It's frustrating to have to make what should be an obvious case to all but the most rabid of moonbats, but apparently it bears repeating to even those who should know better. The U.S. entered Iraq because Saddam Hussein refused to fully render his WMD programs transparent and open for inspection, something he had agreed to do under the 1991 armistice. If binding agreements are to have any meaning, then they must be enforced, with force when necessary. Every major intelligence agency in the world was made to look counterintelligent by his counterintuitive intransigence, but that result is on his hands, not ours. The lessons of 9/11 meant no longing taking madmen at their word, especially in an era of state sponsored unconventional warfare that renders traditional notions of deterrence all but null and void.
We had a choice after toppling two despotic regimes to either stay and attempt to remake their societies for the betterment of their people, or to leave them in chaos and even more vulnerable to fanaticism. We chose the hard right over the easy wrong. If there's a reason why the transition to democracy in Iraq has not gone smoothly, it's because it has never before been attempted. Breaking new ground tends to break quite a few eggs along the way.
A retired general of another turbulent era once said "history does not long entrust the care of freedom to the weak or the timid." Dwight Eisenhower knew of what he spoke. His Army did not abandon Europe to its own devices after smashing its oppressors, but instead recommitted to its rebirth as a bastion of hope and promise. It was not easy then, and it will not be easy now. But then again, neither are most things worth doing.
'We failed to pursue the real enemy, al Qaeda'
From Saddam’s point of view, maybe, or in the feverish minds of the peace-at-any-cost crowd. But don’t get them wrong: they love the Afghanistan campaign! That’s where we should be focusing all of our resources -- on the real fight against al Qaeda! The problem is, that’s not what these same critics had to say prior to the Afghan invasion, and before it was clear that it would only require six weeks and a bare minimum of American casualties.
Unfortunately, reality once again intrudes on this historically revised fiction. Following the rout of the Taliban, the remaining al Qaeda forces fled in several directions. Many across the border to Pakistan, others to Syria, Iran, and indeed, Iraq. Zarqawi himself found refuge in Baghdad to recover from his wounds and begin recruiting more acolytes, well before the U.S. invasion. For us to remain focused on Afghanistan would not have furthered the goal of shaking up the diseased political culture of the Middle East. Only influential states like Iran or Iraq could serve as a lightning rod for the democratization of the wider area, as has since been felt with mixed results in Lebanon and the Palestinian territories.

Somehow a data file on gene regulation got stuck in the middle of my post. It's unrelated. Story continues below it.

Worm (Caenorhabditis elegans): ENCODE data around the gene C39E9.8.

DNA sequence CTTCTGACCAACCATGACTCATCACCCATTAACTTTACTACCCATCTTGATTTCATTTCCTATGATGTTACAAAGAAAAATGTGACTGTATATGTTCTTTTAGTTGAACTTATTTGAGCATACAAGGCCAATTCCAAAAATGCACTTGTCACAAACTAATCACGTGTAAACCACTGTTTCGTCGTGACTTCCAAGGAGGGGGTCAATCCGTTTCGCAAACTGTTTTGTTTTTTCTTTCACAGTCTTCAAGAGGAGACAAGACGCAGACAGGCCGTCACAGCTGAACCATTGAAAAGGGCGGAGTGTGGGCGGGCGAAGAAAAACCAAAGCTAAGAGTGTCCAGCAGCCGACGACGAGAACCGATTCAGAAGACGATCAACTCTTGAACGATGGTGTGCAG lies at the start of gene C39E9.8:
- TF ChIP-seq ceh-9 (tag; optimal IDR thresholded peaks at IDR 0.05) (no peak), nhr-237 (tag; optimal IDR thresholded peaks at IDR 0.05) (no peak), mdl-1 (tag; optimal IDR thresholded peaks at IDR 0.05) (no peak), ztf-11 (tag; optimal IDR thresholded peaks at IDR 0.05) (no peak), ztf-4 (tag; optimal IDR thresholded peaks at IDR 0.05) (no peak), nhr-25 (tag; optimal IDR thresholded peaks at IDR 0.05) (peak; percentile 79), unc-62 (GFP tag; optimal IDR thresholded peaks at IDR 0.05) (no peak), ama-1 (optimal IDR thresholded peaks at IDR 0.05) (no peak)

'Disbanding the Iraqi army was a mistake'
This is debatable. Disbanding the army and rendering tens of thousands unemployed may indeed have been a grave error, as it is believed to have ignited the fuel that keeps the insurgency burning. But not to have done so may have turned out to be an even greater mistake. Being as its leadership was completely dominated by Baathist functionaries, to not overhaul the Iraqi military from scratch would have been to assure it’s primacy among the tellingly named “Party of the Return,” swapping one maniacal dictator for another equally fanatical military junta. The former regime elements who continue to fight us now would have been no friendlier to our cause back then. And much of the old army were conscripts kept in uniform under Saddam by force of arms. When his statues came down, they did not wait around for government travel orders, they shed the vestiges of their false allegiance and walked home in droves.
Ultimately, this charge seeks to reopen the non sequitor linkage between Iraq and Vietnam. Calling the war a quagmire every day for three years didn’t seem to gain much traction with the public, thus the Harpies have changed approaches.